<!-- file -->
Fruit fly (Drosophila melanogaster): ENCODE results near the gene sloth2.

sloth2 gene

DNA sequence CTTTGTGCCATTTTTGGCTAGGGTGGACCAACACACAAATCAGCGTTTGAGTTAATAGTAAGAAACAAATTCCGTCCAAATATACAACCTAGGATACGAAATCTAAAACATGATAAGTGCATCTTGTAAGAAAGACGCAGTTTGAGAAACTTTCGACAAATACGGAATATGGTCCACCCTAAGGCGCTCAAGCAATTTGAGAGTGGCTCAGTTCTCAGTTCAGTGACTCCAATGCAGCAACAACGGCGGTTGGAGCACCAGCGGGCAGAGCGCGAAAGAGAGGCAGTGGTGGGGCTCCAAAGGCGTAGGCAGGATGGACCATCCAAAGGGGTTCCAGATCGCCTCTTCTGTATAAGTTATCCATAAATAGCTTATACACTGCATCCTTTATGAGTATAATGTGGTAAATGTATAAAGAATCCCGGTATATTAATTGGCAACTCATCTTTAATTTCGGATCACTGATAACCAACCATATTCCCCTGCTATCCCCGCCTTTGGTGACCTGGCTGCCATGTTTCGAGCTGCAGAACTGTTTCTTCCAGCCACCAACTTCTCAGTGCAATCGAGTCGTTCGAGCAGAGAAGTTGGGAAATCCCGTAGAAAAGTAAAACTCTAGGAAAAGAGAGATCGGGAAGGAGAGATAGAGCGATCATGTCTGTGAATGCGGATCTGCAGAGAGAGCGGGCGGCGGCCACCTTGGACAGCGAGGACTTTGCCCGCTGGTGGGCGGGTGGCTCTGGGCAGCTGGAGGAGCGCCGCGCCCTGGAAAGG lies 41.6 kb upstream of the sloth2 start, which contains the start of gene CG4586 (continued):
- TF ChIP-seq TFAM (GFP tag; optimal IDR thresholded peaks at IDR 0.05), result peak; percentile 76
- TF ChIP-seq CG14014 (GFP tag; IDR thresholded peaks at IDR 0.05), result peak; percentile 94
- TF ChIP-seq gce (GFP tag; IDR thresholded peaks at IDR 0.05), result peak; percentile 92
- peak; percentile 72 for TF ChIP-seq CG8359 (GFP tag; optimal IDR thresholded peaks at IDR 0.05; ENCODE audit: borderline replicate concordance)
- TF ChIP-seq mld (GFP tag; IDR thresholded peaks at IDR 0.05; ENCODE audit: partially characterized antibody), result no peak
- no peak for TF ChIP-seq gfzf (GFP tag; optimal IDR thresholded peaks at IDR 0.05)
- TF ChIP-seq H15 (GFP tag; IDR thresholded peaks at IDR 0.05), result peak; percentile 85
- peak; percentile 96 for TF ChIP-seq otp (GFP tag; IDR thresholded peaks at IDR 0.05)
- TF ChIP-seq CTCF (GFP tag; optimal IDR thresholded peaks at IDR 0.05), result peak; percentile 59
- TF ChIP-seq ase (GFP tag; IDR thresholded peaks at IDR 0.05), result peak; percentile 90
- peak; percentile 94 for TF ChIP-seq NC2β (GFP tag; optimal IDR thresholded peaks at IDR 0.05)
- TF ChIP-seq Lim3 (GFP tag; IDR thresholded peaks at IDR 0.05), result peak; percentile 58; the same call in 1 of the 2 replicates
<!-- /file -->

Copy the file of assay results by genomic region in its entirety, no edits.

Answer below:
Fruit fly (Drosophila melanogaster): ENCODE results near the gene sloth2.

sloth2 gene

DNA sequence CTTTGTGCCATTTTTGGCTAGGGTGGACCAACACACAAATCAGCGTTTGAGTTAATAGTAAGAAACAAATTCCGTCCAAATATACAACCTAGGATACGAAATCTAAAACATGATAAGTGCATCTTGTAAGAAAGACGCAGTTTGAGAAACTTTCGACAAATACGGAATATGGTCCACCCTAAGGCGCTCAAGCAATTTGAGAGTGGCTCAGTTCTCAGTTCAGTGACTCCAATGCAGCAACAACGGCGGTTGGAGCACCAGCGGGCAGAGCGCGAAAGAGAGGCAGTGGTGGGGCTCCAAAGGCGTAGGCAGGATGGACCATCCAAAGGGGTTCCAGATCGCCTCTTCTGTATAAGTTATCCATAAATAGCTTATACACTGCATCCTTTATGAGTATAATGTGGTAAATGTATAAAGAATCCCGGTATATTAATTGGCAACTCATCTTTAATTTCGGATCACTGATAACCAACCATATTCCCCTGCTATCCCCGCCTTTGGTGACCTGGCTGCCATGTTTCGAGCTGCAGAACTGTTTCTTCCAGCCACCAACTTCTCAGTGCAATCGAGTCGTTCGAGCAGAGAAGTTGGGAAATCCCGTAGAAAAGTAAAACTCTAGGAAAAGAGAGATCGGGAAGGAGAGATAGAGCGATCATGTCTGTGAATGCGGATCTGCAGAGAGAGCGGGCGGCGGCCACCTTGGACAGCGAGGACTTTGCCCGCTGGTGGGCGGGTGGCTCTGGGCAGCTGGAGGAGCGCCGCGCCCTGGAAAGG lies 41.6 kb upstream of the sloth2 start, which contains the start of gene CG4586 (continued):
- TF ChIP-seq TFAM (GFP tag; optimal IDR thresholded peaks at IDR 0.05), result peak; percentile 76
- TF ChIP-seq CG14014 (GFP tag; IDR thresholded peaks at IDR 0.05), result peak; percentile 94
- TF ChIP-seq gce (GFP tag; IDR thresholded peaks at IDR 0.05), result peak; percentile 92
- peak; percentile 72 for TF ChIP-seq CG8359 (GFP tag; optimal IDR thresholded peaks at IDR 0.05; ENCODE audit: borderline replicate concordance)
- TF ChIP-seq mld (GFP tag; IDR thresholded peaks at IDR 0.05; ENCODE audit: partially characterized antibody), result no peak
- no peak for TF ChIP-seq gfzf (GFP tag; optimal IDR thresholded peaks at IDR 0.05)
- TF ChIP-seq H15 (GFP tag; IDR thresholded peaks at IDR 0.05), result peak; percentile 85
- peak; percentile 96 for TF ChIP-seq otp (GFP tag; IDR thresholded peaks at IDR 0.05)
- TF ChIP-seq CTCF (GFP tag; optimal IDR thresholded peaks at IDR 0.05), result peak; percentile 59
- TF ChIP-seq ase (GFP tag; IDR thresholded peaks at IDR 0.05), result peak; percentile 90
- peak; percentile 94 for TF ChIP-seq NC2β (GFP tag; optimal IDR thresholded peaks at IDR 0.05)
- TF ChIP-seq Lim3 (GFP tag; IDR thresholded peaks at IDR 0.05), result peak; percentile 58; the same call in 1 of the 2 replicates